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Women's coalition to argue for punishing buyers, not prostitutes, in upcoming case

The Women's Coalition for the Abolition of Prostitution will advocate against the decriminalization of the sex trade when they intervene in a case that is challenging Canada's prostitution laws, but will ask that prostitutes themselves not be punished, representatives announced today.

In the upcoming Supreme Court of Canada case which follows several lower court rulings on Canada's prostitution laws, the group will push for the criminalization of both pimps and johns, meaning those who organize the trade and those who buy.

According to Janine Benedet, the counsel of the organization which represents, among others, the Canadian Association of Sexual Assault Centres, the Native Women’s Association of Canada, and Vancouver Rape Relief, prostitution constitutes a practice of "sex discrimination," and fully legalizing it would allow men to "buy women at will."

Prostitution in Canada is legal, but various activities surrounding it -- including running a brothel, pimping, and communicating for the purposes of prostitution -- are not. Previous rulings in the case have resulted in the legalization of indoor prostitution, but sex work on the streets is still illegal.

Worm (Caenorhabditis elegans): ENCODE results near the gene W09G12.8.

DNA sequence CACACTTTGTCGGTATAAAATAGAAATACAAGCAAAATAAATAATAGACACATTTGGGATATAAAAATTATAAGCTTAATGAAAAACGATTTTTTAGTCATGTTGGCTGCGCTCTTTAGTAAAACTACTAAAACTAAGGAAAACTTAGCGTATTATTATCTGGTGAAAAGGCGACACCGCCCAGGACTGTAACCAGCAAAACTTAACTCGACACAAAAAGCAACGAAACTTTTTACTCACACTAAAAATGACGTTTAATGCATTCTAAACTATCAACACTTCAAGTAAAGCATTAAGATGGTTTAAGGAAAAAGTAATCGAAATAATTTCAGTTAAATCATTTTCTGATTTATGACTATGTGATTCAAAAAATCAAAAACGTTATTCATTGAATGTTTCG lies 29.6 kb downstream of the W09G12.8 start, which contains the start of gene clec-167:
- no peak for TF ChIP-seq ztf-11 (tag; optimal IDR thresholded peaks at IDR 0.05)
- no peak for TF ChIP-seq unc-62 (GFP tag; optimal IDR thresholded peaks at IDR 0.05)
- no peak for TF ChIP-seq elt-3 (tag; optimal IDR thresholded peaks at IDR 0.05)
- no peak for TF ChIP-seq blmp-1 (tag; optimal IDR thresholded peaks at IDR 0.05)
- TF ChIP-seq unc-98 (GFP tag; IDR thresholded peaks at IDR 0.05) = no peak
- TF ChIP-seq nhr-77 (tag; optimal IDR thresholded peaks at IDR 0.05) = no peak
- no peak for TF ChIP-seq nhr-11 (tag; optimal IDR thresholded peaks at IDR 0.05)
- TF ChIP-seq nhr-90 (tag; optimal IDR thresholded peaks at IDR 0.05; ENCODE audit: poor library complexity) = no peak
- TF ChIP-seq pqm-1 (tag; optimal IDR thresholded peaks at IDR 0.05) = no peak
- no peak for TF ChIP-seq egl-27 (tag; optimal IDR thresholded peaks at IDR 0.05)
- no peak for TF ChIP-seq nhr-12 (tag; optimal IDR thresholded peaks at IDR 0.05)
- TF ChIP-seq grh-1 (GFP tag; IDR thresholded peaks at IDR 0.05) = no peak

For Trisha Baptie, a former sex trade worker and the founder of a non-profit organization advocating for prostitution's abolition, legalizing sex work indoors will not enhance the safety of sex trade workers and should be also banned.

"We know women … who have saw just as much violence indoors as you do outdoors," Baptie said. "The only thing is that it's hidden behind close doors and [is] actually harder to identify."

Sex trade laws that decriminalize women but criminalize both pimps and johns have been implemented in countries like Sweden, Norway, and Iceland. According to Benedet, the usually called "Nordic model" has proved to be effective.

"[Countries that have adopted the Nordic model] have become a really unattractive destination for pimps and sex traffickers," she said. "As a result, the number of women that have the greatest risk of being trafficked into prostitution have decreased substantially."

The coalition will also advocate for increased social services including better welfare, rates, education opportunities, and transition houses in an effort to encourage women to leave the sex trade industry.

The Supreme Court is scheduled to hear the case on June 13.

Carlos Tello is completing a practicum at The Tyee.

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